LUBBOCK, Texas — Eviction hearings have been on the rise in Lubbock since the Supreme Court of Texas activated hearings on May 19th.
“I’m hearing cases five days a week in some instances, whereas before it would usually be one or two day a week,” said Judge Jim Hansen, Justice of the Peace for Precinct 1.
Due to the circumstances brought forth by the COVID-19 pandemic, he said he and other judges are doing all they can to offer resources to residents, such as rental assistance from the City of Lubbock’s Community Development Department.
“They can pay up to three months of rent to certain tenants in certain circumstances and that’s given us an additional resources we didn’t have three weeks ago,” Hansen said. “And so that’s helping a lot of these people to stay on their feet or find other means to pay their rent.”
Erica Hitt, Social Director at the Salvation Army, said they’ve offered assistance to Lubbock residents throughout the pandemic. However, she said not all families and individuals were under the same circumstances and have sought shelter with Salvation Army after the eviction halt was lifted.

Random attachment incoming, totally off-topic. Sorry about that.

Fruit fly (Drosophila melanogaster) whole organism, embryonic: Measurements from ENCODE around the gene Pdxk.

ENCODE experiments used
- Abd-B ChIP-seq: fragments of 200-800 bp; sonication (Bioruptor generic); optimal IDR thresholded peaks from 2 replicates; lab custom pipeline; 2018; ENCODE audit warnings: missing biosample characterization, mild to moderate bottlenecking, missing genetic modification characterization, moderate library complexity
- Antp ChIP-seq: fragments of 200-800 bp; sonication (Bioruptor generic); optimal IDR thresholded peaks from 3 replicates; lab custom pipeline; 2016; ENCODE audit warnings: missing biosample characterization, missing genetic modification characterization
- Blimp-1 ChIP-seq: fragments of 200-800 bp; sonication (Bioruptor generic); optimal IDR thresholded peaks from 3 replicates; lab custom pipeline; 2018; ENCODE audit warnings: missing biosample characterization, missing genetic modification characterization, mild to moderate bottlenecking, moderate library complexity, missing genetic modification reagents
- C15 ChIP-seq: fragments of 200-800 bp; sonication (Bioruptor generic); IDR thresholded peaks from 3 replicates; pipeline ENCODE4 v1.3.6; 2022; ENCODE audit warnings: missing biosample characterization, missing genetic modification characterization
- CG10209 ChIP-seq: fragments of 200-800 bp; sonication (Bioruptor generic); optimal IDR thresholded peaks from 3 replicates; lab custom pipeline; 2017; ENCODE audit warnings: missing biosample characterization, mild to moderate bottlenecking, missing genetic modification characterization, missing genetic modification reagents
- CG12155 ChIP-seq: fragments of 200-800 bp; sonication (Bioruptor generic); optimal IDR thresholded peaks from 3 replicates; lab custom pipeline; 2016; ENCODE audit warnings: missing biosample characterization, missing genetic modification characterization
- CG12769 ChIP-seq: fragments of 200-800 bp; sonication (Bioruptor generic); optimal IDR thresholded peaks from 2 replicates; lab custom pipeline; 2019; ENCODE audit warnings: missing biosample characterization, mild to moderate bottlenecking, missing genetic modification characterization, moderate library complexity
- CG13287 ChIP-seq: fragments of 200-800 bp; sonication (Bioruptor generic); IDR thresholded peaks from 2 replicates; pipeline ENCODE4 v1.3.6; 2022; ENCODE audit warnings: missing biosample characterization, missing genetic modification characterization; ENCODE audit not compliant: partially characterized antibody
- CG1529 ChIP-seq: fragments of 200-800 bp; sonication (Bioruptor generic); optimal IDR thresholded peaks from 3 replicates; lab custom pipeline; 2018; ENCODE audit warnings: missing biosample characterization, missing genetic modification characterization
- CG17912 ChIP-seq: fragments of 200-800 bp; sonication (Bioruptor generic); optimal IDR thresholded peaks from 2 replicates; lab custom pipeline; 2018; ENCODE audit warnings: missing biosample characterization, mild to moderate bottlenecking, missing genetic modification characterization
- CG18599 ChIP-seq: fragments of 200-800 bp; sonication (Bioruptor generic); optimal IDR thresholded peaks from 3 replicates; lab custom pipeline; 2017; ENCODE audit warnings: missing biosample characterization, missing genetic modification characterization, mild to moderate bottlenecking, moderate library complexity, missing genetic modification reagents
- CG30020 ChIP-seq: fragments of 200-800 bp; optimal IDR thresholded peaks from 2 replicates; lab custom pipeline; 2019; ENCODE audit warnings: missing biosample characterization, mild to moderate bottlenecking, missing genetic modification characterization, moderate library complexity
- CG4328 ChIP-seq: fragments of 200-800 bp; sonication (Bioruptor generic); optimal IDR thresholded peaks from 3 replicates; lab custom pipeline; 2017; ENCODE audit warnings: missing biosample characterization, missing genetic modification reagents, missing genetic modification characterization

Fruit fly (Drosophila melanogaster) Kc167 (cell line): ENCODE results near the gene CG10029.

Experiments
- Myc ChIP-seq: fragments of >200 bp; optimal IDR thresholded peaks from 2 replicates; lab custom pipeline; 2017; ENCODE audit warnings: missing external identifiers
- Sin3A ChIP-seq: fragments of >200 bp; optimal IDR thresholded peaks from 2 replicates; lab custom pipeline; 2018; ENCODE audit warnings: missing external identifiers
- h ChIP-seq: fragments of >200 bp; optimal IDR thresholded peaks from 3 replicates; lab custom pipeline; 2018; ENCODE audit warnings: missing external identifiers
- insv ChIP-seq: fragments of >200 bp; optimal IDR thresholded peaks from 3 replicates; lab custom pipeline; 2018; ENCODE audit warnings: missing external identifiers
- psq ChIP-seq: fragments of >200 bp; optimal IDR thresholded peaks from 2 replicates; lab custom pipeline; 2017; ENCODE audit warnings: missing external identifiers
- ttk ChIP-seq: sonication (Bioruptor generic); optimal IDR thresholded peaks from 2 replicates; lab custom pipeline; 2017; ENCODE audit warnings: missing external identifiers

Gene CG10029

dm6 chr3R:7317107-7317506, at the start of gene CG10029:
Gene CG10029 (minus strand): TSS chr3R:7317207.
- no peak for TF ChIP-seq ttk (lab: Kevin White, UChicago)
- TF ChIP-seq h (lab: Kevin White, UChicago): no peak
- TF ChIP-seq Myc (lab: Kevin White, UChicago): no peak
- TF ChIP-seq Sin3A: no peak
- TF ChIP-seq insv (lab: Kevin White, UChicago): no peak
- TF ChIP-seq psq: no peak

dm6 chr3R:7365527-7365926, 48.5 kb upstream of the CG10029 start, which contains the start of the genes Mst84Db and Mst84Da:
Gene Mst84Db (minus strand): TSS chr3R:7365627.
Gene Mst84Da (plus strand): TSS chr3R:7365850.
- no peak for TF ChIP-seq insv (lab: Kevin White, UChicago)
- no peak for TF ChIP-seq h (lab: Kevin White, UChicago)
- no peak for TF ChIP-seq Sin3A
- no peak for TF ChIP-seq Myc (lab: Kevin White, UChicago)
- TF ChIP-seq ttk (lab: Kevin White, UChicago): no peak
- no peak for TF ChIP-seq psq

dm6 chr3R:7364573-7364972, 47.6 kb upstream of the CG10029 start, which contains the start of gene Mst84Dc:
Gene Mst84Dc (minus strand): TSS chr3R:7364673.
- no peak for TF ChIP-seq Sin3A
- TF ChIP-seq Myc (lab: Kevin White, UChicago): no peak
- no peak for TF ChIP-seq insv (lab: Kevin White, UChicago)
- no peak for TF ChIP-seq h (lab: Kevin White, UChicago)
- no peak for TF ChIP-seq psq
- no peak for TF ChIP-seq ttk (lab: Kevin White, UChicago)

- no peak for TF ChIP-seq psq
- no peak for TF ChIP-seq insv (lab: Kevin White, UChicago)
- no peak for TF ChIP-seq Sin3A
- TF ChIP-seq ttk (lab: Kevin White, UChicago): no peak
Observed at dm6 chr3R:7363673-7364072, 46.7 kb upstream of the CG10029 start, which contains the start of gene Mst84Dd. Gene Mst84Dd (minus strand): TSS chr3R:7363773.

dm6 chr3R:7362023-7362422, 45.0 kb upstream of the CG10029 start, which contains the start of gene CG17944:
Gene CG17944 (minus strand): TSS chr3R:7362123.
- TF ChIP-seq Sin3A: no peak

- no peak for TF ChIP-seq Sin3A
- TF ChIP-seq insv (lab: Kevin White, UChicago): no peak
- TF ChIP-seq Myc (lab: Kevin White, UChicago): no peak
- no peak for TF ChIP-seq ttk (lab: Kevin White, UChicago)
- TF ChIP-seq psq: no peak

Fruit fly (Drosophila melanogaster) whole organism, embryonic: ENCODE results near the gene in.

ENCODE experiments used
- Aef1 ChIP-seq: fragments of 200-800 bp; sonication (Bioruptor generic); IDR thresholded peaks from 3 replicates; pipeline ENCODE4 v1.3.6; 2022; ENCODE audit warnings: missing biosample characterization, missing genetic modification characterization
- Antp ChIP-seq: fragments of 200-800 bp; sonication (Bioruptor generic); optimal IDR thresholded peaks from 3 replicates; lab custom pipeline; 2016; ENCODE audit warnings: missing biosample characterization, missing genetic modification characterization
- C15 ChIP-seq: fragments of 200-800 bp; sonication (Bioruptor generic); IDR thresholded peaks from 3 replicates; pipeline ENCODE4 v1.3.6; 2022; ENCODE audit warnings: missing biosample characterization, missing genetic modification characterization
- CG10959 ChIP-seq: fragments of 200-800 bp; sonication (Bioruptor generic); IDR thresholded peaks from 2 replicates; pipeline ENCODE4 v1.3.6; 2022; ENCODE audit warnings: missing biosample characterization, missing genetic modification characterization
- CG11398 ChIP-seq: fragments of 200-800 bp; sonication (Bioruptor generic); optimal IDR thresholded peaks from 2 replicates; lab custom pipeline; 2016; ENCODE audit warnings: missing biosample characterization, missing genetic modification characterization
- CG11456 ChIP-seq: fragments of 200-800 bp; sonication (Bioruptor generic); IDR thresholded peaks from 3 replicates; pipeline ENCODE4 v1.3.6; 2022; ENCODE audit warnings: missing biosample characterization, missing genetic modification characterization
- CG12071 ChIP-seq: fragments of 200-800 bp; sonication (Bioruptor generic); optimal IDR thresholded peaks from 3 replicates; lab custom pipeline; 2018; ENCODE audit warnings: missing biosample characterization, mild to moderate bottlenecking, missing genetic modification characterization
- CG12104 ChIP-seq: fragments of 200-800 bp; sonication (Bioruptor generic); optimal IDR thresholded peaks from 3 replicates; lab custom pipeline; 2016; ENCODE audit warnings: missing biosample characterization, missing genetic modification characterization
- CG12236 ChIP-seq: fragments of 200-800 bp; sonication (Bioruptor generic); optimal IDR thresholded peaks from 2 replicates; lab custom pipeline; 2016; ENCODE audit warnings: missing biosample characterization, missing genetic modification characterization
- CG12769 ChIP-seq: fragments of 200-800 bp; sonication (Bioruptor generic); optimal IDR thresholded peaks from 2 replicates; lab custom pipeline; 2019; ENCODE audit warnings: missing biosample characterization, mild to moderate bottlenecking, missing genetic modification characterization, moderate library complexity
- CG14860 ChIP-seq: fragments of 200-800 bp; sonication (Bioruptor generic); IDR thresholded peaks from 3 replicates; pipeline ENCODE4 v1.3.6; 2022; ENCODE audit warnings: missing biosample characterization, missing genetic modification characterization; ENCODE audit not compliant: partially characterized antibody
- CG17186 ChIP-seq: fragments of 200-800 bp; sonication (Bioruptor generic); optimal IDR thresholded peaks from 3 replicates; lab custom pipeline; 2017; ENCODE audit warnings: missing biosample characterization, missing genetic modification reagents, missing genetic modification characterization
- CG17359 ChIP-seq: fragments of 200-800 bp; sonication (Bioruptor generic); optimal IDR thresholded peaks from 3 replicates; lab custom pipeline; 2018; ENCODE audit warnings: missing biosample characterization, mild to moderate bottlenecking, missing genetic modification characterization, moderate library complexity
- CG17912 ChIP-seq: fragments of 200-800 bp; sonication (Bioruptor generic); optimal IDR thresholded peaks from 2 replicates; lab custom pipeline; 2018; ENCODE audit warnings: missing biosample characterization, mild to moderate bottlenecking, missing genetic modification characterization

“We are dealing with individuals, whether they were affected or not, [who] took that grace period that most of the landlords and that the courts were closed,” she said. “They [had] not paid their rent so when evictions started back up, these households were forced to come up with the last three or four months or rent.”
She said although people have gone to Salvation Army before, this period is different because it presents different challenges.
“The normal is out of the picture. It’s not as easy to go out and find a job,” she said. “A lot of places have not fully opened which means you know they are not hiring the staff that they were prior to COVID-19.”